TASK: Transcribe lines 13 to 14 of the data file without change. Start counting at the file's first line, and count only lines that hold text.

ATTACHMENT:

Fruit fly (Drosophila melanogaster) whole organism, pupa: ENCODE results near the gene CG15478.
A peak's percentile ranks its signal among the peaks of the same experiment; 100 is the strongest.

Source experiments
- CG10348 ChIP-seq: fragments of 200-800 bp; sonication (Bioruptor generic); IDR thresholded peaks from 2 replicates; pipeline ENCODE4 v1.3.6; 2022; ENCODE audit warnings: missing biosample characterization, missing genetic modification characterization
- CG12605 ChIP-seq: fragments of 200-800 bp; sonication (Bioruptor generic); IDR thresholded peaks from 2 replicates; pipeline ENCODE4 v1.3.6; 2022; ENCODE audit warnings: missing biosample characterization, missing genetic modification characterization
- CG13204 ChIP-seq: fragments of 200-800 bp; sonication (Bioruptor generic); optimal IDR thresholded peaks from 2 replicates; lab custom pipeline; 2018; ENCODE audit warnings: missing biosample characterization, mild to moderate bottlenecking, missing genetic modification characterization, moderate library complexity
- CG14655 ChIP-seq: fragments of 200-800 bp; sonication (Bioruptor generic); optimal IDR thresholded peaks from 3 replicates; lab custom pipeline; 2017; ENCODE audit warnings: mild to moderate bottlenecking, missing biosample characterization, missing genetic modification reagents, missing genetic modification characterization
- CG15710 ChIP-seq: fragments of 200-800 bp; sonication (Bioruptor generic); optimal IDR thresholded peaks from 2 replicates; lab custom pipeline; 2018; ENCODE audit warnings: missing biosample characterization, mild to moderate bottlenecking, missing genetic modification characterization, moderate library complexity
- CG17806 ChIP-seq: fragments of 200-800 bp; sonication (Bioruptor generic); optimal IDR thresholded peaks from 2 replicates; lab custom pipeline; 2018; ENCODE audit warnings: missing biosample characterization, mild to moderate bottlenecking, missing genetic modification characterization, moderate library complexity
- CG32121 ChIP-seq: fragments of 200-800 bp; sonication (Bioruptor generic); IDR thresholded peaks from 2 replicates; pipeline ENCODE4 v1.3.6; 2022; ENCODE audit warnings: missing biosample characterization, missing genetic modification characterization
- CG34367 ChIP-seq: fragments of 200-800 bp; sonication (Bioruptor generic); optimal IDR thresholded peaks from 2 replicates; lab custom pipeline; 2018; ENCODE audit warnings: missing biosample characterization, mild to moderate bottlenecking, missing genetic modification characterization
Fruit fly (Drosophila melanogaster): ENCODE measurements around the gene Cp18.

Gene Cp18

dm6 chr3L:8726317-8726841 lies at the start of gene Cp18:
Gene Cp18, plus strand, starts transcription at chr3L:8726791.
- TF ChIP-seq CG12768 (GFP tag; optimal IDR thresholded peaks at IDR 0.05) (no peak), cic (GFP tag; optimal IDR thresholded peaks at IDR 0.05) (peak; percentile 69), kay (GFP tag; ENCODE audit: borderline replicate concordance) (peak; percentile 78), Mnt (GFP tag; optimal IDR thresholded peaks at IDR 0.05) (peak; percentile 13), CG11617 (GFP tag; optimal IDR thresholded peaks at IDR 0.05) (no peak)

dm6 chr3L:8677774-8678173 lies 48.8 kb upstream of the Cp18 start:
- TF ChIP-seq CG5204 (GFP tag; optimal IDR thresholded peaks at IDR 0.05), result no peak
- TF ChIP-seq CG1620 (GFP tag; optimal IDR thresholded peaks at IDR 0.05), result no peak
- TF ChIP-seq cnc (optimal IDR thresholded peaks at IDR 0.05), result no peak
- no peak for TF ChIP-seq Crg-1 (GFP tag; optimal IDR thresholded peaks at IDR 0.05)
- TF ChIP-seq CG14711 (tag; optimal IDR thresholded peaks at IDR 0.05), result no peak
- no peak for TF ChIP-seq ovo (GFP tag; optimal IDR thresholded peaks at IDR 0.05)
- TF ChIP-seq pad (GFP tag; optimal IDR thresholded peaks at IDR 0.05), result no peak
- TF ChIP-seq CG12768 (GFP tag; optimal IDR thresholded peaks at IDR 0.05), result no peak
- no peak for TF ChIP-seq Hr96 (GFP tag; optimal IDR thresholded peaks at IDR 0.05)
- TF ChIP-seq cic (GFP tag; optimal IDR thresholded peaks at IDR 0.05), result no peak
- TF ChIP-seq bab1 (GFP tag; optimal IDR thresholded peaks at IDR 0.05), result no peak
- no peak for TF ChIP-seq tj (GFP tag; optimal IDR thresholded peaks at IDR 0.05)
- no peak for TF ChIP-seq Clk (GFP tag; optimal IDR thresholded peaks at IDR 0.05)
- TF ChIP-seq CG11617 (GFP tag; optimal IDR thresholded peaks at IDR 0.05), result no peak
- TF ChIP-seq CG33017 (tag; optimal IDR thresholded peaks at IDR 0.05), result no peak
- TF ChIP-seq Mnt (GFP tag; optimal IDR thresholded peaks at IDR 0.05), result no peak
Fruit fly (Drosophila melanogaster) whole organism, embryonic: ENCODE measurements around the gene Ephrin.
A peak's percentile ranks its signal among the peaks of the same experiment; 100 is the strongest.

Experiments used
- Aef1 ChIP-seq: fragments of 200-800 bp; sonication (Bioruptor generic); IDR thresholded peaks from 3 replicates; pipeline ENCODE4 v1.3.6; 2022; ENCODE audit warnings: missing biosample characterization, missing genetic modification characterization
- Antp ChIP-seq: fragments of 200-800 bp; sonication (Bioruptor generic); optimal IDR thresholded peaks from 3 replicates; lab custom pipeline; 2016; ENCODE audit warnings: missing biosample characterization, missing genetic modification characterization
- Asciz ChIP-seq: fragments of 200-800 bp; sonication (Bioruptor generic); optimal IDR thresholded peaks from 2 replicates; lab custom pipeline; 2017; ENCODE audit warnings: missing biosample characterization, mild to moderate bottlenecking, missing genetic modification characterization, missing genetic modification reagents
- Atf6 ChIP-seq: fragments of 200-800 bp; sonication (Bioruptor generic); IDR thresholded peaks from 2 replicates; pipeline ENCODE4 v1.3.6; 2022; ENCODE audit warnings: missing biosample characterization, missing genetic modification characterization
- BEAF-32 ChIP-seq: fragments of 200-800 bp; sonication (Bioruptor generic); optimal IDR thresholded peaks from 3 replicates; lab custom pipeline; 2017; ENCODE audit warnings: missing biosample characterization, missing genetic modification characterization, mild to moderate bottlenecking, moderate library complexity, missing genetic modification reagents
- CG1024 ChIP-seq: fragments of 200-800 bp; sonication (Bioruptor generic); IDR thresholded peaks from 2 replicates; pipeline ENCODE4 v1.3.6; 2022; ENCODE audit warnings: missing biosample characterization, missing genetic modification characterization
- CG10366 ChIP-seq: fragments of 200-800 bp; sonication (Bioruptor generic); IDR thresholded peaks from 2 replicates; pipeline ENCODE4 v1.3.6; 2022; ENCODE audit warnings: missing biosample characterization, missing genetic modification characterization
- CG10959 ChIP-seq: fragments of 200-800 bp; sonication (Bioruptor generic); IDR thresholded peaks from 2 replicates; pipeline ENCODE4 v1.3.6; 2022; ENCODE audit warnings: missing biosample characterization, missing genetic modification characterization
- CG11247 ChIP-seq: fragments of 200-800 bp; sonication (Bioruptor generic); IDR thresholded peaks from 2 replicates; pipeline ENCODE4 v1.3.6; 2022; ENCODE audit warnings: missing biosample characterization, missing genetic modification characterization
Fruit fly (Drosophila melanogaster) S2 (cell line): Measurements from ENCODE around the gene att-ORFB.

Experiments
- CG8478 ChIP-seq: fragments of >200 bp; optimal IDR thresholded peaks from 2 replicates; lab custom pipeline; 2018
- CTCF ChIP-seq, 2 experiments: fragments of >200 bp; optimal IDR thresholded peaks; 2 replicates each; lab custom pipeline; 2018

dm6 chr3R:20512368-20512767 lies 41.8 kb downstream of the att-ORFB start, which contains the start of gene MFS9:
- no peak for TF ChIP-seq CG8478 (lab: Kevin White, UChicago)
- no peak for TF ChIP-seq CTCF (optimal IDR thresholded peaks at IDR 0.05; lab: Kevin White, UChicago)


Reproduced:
Gene Cp18

dm6 chr3L:8726317-8726841 lies at the start of gene Cp18: